Ben Carson and Cornel West are polar opposites, ideologically, politically, socially. But they are kindred spirits when it comes to their disdain for President Obama. For these guardians of blackness, the first African American occupant of the Oval Office is not black enough. Better not tell Virginia McLaurin, the 106-year-old who was so excited to meet “a black president” that she danced her way into our hearts.
Carson’s presidential campaign is so anemic that a tear dropping into the ocean causes more waves. Yet he had time to crack wise on the president’s upbringing during an interview with Glenn Thrush. He told the ace Politico reporter and podcaster that he “did not” derive any joy out of Obama’s election.
Carson: I mean, like most Americans, I was proud that we broke the color barrier when he was elected, but I also recognize that his experience and my experience are night-and-day different. He didn’t grow up like I grew up by any stretch of the imagination.
Thrush: That’s right.
Carson: Not even close.
Thrush: He’s an “African” American as opposed to an African-American.
Carson: He’s an “African” American. He was, you know, raised white. Many of his formative years were spent in Indonesia. So, for him to, you know, claim that, you know, he identifies with the experience of black Americans, I think, is a bit of a stretch.
“Raised white”? The very phrase is so enraging that I’d spit nails if I could. This putrid nonsense comes from the same person who whined earlier in the interview that the way he’s treated by the left is racist. “Because they assume because you’re black, you have to think a certain way,” Carson griped. “And if you don’t think that way, you’re ‘Uncle Tom,’ you’re worthy of every horrible epithet they can come up with; whereas, if I weren’t black, then I would just be a Republican.”
The mind reels with pots and kettles.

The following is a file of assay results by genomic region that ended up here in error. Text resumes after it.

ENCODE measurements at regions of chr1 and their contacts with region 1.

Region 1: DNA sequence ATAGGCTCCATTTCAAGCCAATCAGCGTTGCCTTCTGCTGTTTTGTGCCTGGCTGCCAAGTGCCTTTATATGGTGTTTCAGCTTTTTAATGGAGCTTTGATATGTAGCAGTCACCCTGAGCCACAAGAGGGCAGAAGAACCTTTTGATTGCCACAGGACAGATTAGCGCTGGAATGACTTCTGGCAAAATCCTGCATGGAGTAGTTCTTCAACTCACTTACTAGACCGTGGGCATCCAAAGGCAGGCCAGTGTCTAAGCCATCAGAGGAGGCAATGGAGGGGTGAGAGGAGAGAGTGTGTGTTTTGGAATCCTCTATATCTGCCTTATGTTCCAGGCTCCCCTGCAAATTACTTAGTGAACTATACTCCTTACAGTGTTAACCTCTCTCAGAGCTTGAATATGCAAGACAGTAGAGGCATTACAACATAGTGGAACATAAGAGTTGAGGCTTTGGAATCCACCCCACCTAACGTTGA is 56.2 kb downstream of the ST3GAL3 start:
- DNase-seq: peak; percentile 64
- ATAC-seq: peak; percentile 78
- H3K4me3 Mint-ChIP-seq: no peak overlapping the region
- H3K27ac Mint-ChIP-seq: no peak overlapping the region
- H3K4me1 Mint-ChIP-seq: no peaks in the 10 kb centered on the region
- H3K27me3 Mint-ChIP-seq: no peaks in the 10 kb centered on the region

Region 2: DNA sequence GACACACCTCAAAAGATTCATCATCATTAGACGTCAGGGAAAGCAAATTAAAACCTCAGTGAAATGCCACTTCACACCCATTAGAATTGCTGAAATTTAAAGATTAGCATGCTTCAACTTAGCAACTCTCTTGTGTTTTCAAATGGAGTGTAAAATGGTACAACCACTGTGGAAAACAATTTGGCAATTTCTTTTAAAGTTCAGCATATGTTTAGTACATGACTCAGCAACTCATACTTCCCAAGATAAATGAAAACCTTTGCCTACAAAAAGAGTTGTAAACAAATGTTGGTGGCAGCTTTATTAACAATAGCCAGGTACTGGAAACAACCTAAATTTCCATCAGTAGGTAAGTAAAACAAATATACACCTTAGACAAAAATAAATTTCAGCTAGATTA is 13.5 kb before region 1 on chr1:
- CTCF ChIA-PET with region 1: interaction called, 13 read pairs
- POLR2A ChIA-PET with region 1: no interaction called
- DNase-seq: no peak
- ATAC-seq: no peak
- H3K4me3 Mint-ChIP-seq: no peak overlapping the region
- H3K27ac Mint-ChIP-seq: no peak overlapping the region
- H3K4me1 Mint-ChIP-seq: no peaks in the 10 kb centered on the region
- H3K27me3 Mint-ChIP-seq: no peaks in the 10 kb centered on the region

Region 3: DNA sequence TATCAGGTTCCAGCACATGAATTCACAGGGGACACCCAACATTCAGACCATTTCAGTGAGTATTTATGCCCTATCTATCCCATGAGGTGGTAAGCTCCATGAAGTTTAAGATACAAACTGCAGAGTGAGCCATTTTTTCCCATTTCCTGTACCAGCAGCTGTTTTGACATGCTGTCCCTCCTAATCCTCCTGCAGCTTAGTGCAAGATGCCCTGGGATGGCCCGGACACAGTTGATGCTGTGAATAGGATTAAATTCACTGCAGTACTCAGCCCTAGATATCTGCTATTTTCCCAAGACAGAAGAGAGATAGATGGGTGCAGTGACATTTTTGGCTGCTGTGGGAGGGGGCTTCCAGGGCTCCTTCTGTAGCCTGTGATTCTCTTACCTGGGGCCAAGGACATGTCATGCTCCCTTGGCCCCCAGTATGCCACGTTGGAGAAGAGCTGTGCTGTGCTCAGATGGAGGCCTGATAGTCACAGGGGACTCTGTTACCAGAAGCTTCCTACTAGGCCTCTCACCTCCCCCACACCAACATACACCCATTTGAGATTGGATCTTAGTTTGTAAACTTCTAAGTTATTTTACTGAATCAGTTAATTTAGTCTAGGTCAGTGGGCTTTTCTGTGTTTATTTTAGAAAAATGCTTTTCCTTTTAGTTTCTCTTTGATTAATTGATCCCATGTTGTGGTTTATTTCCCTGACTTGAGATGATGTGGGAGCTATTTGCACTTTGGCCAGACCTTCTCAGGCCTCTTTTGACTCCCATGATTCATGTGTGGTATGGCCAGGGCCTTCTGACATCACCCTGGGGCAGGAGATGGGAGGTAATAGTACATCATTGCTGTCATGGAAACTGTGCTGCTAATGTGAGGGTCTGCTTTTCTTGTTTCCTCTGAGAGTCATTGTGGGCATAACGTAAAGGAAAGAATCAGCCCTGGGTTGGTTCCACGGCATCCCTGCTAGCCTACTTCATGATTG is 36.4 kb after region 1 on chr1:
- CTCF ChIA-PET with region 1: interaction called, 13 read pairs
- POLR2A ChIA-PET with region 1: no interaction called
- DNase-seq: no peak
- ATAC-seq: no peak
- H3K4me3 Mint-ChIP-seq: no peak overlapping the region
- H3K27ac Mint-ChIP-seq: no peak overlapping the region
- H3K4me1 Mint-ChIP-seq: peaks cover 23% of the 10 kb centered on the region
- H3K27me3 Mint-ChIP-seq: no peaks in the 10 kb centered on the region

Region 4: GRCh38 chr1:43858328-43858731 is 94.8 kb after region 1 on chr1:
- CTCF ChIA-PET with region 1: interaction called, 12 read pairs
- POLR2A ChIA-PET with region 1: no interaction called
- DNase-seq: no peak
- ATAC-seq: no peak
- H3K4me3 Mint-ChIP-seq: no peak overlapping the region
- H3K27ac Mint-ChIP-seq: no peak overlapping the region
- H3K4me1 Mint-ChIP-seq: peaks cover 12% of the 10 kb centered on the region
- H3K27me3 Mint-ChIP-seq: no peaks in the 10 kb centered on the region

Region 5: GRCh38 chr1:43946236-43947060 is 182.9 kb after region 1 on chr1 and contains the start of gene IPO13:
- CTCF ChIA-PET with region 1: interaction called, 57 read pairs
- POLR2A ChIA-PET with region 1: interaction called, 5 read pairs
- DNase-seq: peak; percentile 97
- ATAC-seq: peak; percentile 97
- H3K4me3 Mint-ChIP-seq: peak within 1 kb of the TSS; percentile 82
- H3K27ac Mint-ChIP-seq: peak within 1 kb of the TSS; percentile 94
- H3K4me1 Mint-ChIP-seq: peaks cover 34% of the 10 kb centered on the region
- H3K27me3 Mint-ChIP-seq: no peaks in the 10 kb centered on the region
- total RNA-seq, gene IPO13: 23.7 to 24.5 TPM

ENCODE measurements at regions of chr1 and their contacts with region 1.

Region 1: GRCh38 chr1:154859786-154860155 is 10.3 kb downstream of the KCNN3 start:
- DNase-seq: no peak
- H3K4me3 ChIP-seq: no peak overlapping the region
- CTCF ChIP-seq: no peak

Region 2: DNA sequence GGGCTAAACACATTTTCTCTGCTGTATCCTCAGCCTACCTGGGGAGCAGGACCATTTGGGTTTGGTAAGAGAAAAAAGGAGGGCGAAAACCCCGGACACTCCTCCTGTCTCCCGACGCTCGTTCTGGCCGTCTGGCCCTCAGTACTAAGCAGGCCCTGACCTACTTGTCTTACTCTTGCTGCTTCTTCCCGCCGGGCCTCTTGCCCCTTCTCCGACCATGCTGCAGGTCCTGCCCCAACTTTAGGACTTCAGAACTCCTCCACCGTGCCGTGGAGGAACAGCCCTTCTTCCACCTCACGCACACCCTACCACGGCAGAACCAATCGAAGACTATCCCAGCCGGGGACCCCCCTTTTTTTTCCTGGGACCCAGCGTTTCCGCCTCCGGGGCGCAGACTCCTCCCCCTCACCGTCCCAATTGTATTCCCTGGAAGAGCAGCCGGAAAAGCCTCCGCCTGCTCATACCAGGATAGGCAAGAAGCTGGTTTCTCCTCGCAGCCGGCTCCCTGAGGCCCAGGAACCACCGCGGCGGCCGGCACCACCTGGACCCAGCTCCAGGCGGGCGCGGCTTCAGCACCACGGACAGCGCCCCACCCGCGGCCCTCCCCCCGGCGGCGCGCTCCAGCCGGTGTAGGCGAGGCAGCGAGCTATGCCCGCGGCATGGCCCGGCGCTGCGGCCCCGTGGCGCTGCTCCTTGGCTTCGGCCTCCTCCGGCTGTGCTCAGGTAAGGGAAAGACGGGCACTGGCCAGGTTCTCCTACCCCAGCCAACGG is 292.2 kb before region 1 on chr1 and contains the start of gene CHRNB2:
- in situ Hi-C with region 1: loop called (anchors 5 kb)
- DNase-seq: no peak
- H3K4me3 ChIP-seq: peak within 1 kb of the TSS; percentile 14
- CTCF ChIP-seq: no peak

“I think my dear brother Barack Obama has a certain fear of free black men,” West said. “It’s understandable. As a young brother who grows up in a white context, brilliant African father, he’s always had to fear being a white man with black skin. All he has known culturally is white…When he meets an independent black brother, it is frightening.”
“Obama, coming out of Kansas influence, white, loving grandparents, coming out of Hawaii and Indonesia, when he meets these independent black folk who have a history of slavery, Jim Crow, Jane Crow and so on, he is very apprehensive,” West said. “He has a certain rootlessness, a deracination. It is understandable.”
“A young brother who grows up in a white context”? This is blacker-than-thou idiocy masquerading as intellectual thought. And lazy thought at that. What West said then and continues to say is part and parcel of the pernicious “othering” of this president favored by far-right racists to delegitimize Obama.
Culture commentator Touré nailed it nearly four years ago in a book he wrote, whose overarching theme was “to attack and destroy the idea that there is a correct or legitimate way of doing blackness.” There never has been and there never will be. Anyone claiming otherwise or handing out honorary Black cards to those who pass muster are part of the problem they claim to want to solve or don’t see.
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